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Translating Text Using the Google Translate API and PHP, JSON and cURL

Google Translate is a service from Google that you can use to translate text or HTML from one language to another. One of the great features of this service is that they now offer an API to let you programmatically translate text. In this article I will show you how to interact with the Google Translate API.

Initially, the Google Translate API was available only via JavaScript. This has now changed, as version 2 offers a REST interface which returns translations in JSON format.

To use this API you must have a Google API key. More information about this is available at Google Translate V2 Developer Guide.

Note: At time of writing, there is a limit for non-paying customers of 100,000 characters translated per day.

The API at this stage contains three available operations: retrieve a list of available language pairs (languages), translate text (translate), and determine the language of text (detect). In this article I'll show you how to use the translate operation.

All API calls are made to the endpoint https://www.googleapis.com/language/translate/v2.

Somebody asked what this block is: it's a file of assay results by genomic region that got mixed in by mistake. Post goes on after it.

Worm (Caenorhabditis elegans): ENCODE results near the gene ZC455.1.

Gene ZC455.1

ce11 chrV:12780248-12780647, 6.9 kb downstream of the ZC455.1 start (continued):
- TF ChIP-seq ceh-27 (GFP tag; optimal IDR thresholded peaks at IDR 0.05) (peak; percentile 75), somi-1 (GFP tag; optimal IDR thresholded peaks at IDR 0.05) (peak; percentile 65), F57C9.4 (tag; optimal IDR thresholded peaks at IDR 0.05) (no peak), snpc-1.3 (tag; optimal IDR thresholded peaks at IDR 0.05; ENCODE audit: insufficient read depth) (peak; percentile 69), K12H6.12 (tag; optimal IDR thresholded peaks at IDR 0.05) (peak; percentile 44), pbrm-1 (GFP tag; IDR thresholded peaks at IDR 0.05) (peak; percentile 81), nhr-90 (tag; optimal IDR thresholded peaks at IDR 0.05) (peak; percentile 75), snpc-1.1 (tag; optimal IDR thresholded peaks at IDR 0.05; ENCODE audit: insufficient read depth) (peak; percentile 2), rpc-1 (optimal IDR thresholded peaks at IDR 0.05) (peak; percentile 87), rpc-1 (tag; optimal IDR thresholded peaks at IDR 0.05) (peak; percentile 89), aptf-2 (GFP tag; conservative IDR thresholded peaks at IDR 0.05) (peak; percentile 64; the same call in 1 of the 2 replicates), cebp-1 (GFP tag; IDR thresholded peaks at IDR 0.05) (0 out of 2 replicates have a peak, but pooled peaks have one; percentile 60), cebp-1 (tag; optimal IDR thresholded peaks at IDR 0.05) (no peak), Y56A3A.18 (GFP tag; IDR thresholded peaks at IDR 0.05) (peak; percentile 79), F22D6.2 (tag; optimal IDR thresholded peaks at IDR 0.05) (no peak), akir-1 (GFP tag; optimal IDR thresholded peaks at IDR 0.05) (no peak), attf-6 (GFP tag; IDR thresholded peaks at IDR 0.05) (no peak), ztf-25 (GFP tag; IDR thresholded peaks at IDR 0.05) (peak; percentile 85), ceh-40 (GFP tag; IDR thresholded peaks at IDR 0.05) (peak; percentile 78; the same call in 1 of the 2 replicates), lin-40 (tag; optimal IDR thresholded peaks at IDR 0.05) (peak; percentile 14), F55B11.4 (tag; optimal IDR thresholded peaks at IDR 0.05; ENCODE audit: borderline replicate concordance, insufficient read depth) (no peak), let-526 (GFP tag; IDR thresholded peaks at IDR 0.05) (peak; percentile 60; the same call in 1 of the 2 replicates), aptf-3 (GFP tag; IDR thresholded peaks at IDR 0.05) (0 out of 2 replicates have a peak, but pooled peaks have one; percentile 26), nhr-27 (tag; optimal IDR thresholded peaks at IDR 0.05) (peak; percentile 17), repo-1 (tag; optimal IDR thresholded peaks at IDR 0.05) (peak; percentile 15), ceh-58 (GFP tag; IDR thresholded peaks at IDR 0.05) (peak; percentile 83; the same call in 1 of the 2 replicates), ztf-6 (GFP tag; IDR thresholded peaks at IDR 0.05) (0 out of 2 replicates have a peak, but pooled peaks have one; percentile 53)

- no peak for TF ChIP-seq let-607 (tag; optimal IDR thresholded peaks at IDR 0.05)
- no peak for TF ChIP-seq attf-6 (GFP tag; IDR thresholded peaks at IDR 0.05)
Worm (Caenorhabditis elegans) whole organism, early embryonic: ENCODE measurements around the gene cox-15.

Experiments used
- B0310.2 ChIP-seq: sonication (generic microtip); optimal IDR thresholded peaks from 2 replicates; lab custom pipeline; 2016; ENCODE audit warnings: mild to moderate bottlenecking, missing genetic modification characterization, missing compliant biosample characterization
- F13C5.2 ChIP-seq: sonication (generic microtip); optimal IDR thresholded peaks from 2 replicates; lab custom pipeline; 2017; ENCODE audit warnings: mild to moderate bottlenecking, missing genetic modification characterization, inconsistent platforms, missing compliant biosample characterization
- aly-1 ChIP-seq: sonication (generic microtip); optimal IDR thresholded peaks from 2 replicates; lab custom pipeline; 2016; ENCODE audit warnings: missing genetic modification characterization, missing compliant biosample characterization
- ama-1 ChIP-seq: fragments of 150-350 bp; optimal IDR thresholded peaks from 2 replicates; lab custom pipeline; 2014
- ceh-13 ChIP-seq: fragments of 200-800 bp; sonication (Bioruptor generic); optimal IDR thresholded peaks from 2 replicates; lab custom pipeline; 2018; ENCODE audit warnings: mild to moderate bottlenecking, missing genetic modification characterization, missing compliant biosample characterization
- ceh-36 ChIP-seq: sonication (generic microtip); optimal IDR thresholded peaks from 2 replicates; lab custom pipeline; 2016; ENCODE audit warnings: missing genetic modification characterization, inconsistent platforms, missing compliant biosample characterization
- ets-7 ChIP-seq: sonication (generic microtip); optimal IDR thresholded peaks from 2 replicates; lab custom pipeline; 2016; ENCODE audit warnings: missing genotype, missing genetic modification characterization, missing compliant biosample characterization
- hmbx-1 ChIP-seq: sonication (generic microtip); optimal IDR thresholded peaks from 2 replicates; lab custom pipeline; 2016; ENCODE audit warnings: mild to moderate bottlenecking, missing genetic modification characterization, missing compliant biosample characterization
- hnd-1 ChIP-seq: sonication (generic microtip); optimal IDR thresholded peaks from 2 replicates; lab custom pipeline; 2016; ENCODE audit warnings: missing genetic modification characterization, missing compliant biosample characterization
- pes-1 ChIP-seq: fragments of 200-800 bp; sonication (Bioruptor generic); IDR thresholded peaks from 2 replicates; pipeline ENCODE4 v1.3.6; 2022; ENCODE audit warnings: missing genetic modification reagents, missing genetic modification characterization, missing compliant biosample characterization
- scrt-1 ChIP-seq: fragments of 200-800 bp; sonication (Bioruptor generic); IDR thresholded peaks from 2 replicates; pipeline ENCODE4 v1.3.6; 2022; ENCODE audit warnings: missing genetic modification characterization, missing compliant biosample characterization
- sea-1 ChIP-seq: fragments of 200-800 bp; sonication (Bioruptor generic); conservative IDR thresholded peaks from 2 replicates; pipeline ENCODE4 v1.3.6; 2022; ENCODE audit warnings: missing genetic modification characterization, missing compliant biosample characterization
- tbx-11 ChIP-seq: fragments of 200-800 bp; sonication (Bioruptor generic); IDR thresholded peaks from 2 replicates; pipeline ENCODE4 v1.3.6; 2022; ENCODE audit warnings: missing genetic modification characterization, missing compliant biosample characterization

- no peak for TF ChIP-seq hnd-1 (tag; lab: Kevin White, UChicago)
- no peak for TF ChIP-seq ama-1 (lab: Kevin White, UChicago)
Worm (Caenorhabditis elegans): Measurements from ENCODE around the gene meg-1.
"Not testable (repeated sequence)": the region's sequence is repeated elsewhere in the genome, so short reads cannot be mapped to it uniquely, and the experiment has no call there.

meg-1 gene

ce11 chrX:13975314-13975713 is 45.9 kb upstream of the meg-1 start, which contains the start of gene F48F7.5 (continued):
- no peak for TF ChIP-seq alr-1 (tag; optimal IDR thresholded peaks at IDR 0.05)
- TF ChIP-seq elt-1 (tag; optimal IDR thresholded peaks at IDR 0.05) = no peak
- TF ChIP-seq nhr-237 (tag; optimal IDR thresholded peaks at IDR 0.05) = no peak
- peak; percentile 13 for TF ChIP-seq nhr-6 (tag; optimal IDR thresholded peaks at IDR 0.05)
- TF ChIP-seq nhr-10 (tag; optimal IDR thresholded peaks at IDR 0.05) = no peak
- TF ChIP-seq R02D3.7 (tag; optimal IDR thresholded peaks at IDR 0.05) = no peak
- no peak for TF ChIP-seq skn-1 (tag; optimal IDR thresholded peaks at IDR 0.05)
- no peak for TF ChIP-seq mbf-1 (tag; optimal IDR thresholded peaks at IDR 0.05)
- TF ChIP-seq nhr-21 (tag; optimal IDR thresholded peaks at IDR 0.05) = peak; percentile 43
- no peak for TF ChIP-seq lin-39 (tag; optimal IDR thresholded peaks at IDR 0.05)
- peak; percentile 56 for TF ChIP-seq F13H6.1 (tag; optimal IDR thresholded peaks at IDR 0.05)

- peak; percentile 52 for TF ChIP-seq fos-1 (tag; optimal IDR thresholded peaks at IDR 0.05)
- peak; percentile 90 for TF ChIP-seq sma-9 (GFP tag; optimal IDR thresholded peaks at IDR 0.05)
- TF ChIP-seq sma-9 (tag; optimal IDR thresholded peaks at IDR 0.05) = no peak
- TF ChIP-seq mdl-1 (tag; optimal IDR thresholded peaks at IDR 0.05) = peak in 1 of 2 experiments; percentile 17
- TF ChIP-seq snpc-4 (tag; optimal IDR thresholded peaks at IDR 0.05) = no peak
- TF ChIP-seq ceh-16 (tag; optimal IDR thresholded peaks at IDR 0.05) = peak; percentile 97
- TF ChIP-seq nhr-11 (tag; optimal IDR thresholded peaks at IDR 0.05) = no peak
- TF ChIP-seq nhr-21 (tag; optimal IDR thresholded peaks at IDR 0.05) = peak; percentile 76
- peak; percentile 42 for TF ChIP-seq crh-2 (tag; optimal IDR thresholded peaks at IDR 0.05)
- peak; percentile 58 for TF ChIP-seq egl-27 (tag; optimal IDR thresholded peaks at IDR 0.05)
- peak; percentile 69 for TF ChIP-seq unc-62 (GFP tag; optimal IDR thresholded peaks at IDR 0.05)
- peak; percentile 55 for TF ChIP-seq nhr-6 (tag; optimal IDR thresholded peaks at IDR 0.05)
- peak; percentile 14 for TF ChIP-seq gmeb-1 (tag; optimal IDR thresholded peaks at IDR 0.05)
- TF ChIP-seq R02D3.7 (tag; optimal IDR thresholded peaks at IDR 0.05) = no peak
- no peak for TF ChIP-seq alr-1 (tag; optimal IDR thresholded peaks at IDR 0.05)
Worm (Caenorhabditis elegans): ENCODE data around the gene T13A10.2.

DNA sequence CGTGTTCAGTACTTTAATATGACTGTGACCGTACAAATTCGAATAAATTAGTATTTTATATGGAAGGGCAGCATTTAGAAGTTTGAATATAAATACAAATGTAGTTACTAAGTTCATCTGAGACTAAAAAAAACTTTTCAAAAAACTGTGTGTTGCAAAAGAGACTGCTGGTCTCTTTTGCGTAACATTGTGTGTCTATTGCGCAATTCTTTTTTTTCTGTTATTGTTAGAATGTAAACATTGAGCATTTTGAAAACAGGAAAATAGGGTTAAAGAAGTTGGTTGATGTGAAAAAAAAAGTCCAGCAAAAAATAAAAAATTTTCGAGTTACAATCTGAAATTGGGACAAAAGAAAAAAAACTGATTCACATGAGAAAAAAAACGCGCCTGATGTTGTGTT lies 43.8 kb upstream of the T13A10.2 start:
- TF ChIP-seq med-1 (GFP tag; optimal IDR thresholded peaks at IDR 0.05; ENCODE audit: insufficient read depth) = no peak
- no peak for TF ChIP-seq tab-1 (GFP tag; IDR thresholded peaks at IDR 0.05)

Input Parameters

To translate text, the following parameters are used:

  • key - This is your Google API key
  • source - The language of the string being translated (e.g. en for English)
  • target - The language you want the text translated to (e.g. es for Spanish)
  • q - The text to translate. This can be HTML code if you're trying to translate a HTML document

If you omit the source parameter, the API will attempt to determine the input language automatically. If you know what language is being used you should specify it so no mistakes are made (especially in cases where short ambigous phrases are being used).

Query Limits

Because this API is designed to used via a "GET" request, long documents cannot be translated (since there is a character limit for these types of requests).